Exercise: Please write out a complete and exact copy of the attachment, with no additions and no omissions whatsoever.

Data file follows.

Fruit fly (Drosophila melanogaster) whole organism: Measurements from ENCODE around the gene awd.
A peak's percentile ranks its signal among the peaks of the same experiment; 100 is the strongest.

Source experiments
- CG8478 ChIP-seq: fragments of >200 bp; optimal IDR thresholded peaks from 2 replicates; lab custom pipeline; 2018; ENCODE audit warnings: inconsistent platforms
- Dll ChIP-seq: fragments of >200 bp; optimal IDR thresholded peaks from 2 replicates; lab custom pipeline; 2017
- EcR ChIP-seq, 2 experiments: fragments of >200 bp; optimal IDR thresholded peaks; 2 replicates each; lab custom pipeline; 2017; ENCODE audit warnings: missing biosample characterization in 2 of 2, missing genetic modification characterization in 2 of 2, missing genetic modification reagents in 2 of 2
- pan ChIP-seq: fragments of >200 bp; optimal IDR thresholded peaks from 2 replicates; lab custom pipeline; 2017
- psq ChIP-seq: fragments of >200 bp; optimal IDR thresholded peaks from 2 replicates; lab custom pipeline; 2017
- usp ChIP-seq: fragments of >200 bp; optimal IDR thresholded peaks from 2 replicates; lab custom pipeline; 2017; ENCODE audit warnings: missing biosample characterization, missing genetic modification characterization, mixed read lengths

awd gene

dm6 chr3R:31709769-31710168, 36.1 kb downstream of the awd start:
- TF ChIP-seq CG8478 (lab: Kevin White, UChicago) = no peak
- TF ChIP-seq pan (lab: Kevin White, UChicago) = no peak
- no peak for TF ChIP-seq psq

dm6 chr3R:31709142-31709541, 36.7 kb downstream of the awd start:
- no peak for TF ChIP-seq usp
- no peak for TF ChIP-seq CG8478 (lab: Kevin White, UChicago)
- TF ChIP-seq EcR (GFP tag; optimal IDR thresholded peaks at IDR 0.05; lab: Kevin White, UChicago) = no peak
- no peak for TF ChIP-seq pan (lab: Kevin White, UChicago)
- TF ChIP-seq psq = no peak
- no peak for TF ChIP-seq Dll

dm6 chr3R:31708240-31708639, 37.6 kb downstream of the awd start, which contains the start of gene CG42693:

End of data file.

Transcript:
Fruit fly (Drosophila melanogaster) whole organism: Measurements from ENCODE around the gene awd.
A peak's percentile ranks its signal among the peaks of the same experiment; 100 is the strongest.

Source experiments
- CG8478 ChIP-seq: fragments of >200 bp; optimal IDR thresholded peaks from 2 replicates; lab custom pipeline; 2018; ENCODE audit warnings: inconsistent platforms
- Dll ChIP-seq: fragments of >200 bp; optimal IDR thresholded peaks from 2 replicates; lab custom pipeline; 2017
- EcR ChIP-seq, 2 experiments: fragments of >200 bp; optimal IDR thresholded peaks; 2 replicates each; lab custom pipeline; 2017; ENCODE audit warnings: missing biosample characterization in 2 of 2, missing genetic modification characterization in 2 of 2, missing genetic modification reagents in 2 of 2
- pan ChIP-seq: fragments of >200 bp; optimal IDR thresholded peaks from 2 replicates; lab custom pipeline; 2017
- psq ChIP-seq: fragments of >200 bp; optimal IDR thresholded peaks from 2 replicates; lab custom pipeline; 2017
- usp ChIP-seq: fragments of >200 bp; optimal IDR thresholded peaks from 2 replicates; lab custom pipeline; 2017; ENCODE audit warnings: missing biosample characterization, missing genetic modification characterization, mixed read lengths

awd gene

dm6 chr3R:31709769-31710168, 36.1 kb downstream of the awd start:
- TF ChIP-seq CG8478 (lab: Kevin White, UChicago) = no peak
- TF ChIP-seq pan (lab: Kevin White, UChicago) = no peak
- no peak for TF ChIP-seq psq

dm6 chr3R:31709142-31709541, 36.7 kb downstream of the awd start:
- no peak for TF ChIP-seq usp
- no peak for TF ChIP-seq CG8478 (lab: Kevin White, UChicago)
- TF ChIP-seq EcR (GFP tag; optimal IDR thresholded peaks at IDR 0.05; lab: Kevin White, UChicago) = no peak
- no peak for TF ChIP-seq pan (lab: Kevin White, UChicago)
- TF ChIP-seq psq = no peak
- no peak for TF ChIP-seq Dll

dm6 chr3R:31708240-31708639, 37.6 kb downstream of the awd start, which contains the start of gene CG42693: